2012-10-27 11:17:47 PM
2 votes:

MaudlinMutantMollusk: AmbassadorBooze: BarkingUnicorn: AmbassadorBooze: Is it because kids are stupid?

No, it's because "the self" is all in your head. Ask any Zen master, or 3 year-old.

Do Zen masyers believe they are invisible when they close their eyes?

It depends on whether they want to be or not


WHOOSH! :-)
2012-10-27 10:45:38 PM
2 votes:

AmbassadorBooze: Is it because kids are stupid?


No, it's because "the self" is all in your head. Ask any Zen master, or 3 year-old.
2012-10-27 10:34:03 PM
2 votes:
Is it because kids are stupid?
2012-10-28 08:18:17 PM
1 votes:

AmbassadorBooze: Is it because kids are stupid?


Very young kids are far from stupid. Most stupidity is learned - it is instilled by the education system, religion and other narrow minded adults.

Young children have a far higher capacity to learn than adults do, so in that way they are more intelligent than adults. Intelligence is not what you know, but your capacity to learn.
2012-10-28 08:16:49 PM
1 votes:
That's why very young children are so noisy - they think if nobody looks at them every few minutes, they'll disappear.
2012-10-28 04:45:37 PM
1 votes:
That article was almost unreadable. Ambiguous antecedents are ambiguous.
2012-10-28 03:52:23 PM
1 votes:
These researchers are making this too complicated. It's really very simple. Children's brains have not matured to the point that they can understand that there are points of view other than their own. They think if they can't see something, then no one can see it. They think if they can't see you, then you can't see them.
2012-10-28 01:33:38 PM
1 votes:
It can't possibly be because adults typically pretend to go along with it and pretend they've disappeared.

My almost-2-year-old plays this game. If I say, "Where's James?" He immediately slaps his hands over his eyes and starts giggling. Slowly he peels them back and peeks at me, and I exclaim "THERE he is!!" And he quickly hides again.

The other day he came up to me and yelled, "SAY WHAR JAMES!" and mr teeny immediately said "SAY WHERE'S ERNIE." Goddamn that movie.
2012-10-28 01:33:32 PM
1 votes:

SwiftFox: gerrychampoux: Came here expecting a reference to the Bugblatter Beast of Traal.

Shh. We're hiding from it.

/Is "Shh" a word?
//How about Tsk


Hmm.

/I'll have to get back to you on that one.
2012-10-28 12:20:42 PM
1 votes:
25.media.tumblr.com

Don't look away.

Don't turn your back.

Don't blink.

Don't even blink.
2012-10-28 11:25:44 AM
1 votes:

biglot: Yeah, we had a kitty with us for 13 years and I'd swear that that cat was thinkin' that if he wasn't looking at us ... we couldn't see him.


No, if he wasn't looking at you, you were too insignificant for him to care whether you could see him or not.
2012-10-28 11:14:15 AM
1 votes:

Just Another OC Homeless Guy: Headso: I wonder if it is some sort of evolutionary thing, when you are a small child crouching down and hiding your eyes is pretty much the only defense you have against some prey animal spotting you.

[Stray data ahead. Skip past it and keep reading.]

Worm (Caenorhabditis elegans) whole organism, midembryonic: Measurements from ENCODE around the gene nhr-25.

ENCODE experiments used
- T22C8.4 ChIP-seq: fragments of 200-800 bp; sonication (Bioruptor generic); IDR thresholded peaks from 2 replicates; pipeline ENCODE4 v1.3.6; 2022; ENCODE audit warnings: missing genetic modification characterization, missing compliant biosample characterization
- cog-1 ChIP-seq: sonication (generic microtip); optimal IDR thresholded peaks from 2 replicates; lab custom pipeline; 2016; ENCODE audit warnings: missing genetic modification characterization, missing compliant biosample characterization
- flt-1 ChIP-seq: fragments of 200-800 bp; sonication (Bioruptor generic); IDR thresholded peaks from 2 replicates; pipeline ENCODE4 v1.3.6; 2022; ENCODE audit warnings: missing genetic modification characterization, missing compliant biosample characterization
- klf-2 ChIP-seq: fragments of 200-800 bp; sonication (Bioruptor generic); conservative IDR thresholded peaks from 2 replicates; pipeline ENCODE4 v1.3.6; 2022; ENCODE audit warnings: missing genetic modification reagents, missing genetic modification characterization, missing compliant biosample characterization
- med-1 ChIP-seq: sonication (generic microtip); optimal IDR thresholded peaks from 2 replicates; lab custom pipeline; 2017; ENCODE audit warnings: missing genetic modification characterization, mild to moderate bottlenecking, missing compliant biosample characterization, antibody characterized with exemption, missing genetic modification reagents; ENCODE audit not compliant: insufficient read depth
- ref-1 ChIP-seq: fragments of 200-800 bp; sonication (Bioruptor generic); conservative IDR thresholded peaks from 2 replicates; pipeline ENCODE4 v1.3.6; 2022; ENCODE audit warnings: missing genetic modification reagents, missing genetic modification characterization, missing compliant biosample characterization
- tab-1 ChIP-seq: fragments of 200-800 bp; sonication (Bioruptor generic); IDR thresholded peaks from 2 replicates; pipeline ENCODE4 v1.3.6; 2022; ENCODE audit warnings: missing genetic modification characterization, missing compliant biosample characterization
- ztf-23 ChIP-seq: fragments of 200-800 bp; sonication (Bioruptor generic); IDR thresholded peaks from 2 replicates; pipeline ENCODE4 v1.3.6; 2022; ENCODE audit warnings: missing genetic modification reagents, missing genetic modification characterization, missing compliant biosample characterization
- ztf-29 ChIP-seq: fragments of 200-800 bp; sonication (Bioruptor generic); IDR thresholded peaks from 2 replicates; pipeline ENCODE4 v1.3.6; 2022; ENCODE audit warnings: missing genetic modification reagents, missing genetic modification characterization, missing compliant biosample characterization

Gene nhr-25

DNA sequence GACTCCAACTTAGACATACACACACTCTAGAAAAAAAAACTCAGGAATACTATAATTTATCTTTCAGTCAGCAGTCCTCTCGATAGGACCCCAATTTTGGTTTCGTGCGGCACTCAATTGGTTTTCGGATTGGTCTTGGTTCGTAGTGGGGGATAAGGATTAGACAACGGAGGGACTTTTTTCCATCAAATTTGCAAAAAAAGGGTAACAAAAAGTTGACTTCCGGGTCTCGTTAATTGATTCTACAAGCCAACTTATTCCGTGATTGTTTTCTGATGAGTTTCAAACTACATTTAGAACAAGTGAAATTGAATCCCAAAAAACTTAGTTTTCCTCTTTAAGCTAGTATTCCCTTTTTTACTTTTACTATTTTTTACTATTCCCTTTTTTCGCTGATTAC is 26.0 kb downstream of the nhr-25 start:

I've known people who were in Special Forces and Light Infantry units. A common tactic, apparently, is to never look directly at a target, because the target will somehow sense your gaze. Ever been in a crowd, felt uncomfortable, or something tickling the back of your neck, and turned around to see someone starring at you? Yeah, that kind of creepy.


I've played around with this while bored and waiting in a group of strangers, or in a crowd. Look near a person, and they don't notice you. Look at the person, and they will look up at you every time.

Fortunately, I am a harmless-looking small female so I haven't gotten myself into too much trouble with this trick. YMMV if you are a big scary looking guy. ; )
2012-10-28 10:58:35 AM
1 votes:

kd8our: Interesting idea. Have read similar things before.

This is another drop in the bucket that shows eye contact is very important to humans. So important that it is one of the first things humans use to identify self awareness of anything. This goes beyond projections of ourselves and other humans. Think people who put eyes on boats, shields, buildings, trees, etc. Think children's drawings too. Tell them to make something alive and it will almost always have eyes and typically a face. One myth I remember is that eyes on boats kept bad luck and evil at bay or made the ship scary to real and unreal threats. I say a boat covered in spikes or other features would be more effective. However it could be that the eyes made the ship come alive to those who built and used the vessel. Eyes aren't the window to the soul they are the projection and perceived idea of a soul.

I have read that the people who made those big statues on Easter Island considered it complete when the eyes were installed and at that point the statue was alive.

Two co workers are terrified of rodents. They freak out more if it "makes eye contact" and thus invoking my WTF response.
"It looked at you? so what." My mind can't see why this would make the mouse more of a threat. Of course I have killed more mice than most people have seen.
Never mind that you really can't see where a mouse is looking and they have shiat vision anyways. However this seems to make the mouse "more real" with perceived eye contact. It gives the mouse a motive in their minds. This also occurs in animals without traditional eyes. In that case our mind will give them eyes and almost always 2 human like eyes.